About Equity: http://www.bankrate.com/finance/home-equity/what-home-equity-debt-is-1.aspx

Home Rate of Return Calculator: http://money.cnn.com/calculator/pf/home-rate-of-return/

Evolution, Part 2: Work + Welcome

Maybe angry isn’t exact; anger is a flash. This was more of a deep resentful annoyance over unaccountability and team members who chose not to participate. Had I been in charge, I would have required everyone contribute to the outcome. Admittedly, this stands as solid evidence as to why I shouldn’t ever be in charge.

There was work to be done. Retrospectively, I can attribute unintentional engagement; works in progress. Still, the split bothered me.  Eventually, even the committed became distracted by their uncommitted peers, gathering in small groups around a pool table, a punching bag, and a ping-pong table. The pool players played with others outside our group. There was a proper punching bag technique demonstration by two also outside our group. As for the teens playing ping-pong without paddles, tosses became wilder, volleys less controlled, and soon the game bore no resemblance to a game, at all.  This make-it-up-as-you-go-along ball flinging frenzy didn’t sit well with me. Despite the interpretation, this wasn’t intentional downtime.

At least not being in charge leant me some perspective. If someone lacks a volunteer heart, no amount of pushing will mold it into one. I was honestly just let down; bummed. Unfortunately that disappointment turned into high-energy annoyance when one of the players laughed loudly and shouted, “Is this what being homeless is like?”

I understand youth are youth. I also understand the weak correlation. No paddles, doing without, making the best of things, finding another way to play. I don’t understand how those words left anyone’s mouth while in the presence of more than one homeless unfortunate. I don’t understand the lack of impress; how do you not know where you are and why you are there? No one else seemed to notice or react. Without discussion or direction it is probable that ignorance and impropriety would remain ignorance and impropriety.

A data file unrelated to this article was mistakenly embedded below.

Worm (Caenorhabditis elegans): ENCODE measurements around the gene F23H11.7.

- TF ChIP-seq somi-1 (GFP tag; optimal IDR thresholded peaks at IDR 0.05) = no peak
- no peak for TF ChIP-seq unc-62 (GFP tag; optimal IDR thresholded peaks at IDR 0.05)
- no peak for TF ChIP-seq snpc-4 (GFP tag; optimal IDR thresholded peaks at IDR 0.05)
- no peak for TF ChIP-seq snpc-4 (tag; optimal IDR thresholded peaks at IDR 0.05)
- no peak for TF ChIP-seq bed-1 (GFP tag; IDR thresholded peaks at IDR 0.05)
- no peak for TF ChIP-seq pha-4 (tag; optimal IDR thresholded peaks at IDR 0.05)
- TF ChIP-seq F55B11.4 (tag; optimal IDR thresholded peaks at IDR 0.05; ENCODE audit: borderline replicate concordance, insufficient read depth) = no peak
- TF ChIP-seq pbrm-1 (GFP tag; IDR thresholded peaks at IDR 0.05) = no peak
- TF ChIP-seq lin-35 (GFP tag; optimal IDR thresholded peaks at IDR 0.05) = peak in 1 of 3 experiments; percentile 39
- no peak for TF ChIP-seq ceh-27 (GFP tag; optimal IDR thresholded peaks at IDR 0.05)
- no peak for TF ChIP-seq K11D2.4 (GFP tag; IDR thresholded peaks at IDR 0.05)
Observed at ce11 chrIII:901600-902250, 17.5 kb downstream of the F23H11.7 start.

Loosely congealed, we wandered into the lunch line. I didn’t completely understand. Due to short shifts, I had never been fed as a Cass volunteer. I had never stood on a lunch line. I conjured up the expectation of cold sandwiches and chips. I imagined meeting and eating with other volunteers. What I imagined was segregation. I never even considered sharing the same meal in the same space with the women and children and men standing patiently between gaps in volunteers, waiting for the gift of a good, solid meal for themselves or their children. I never expected to feel as if I were unworthy of receiving. I knew I was as welcome as anyone. I also knew I had a granola bar in my pocket that would hold me.

I thought of stepping out; stepping away with a lavatory excuse. I labored with this until it was my turn to follow through. At that point, there was no way to bow-out without having to explain. Instead of creating a fuss, I accepted a plate, requesting smaller portions than were offered to those before me, skipping items. The only beverage offered was fruit punch. Allergy wise, my history with fruit punch isn’t positive, so I made do with chewing ice, and eating slowly to match the cadence of my table mates. I still didn’t eat slowly enough to avoid sitting with an empty plate, hands folded. I occasionally made what I thought might be a friendly or cute comment with not much response. Mostly, I was just awkward, caught between age groups, layers of unexpected feelings and thirst.

Really, I just wanted to work.

Quote for the Week:

Expecting to be treated differently than others better than or worse than

Enjoy this Week’s Discovery Links:

Conquer Frustration: http://www.simpletoremember.com/articles/a/conquer-frustration/

Not Everybody Should Lead: http://www.forbes.com/sites/mikemyatt/2013/01/23/why-youre-not-a-leader/

Statistics: http://en.wikipedia.org/wiki/Homelessness_in_the_United_States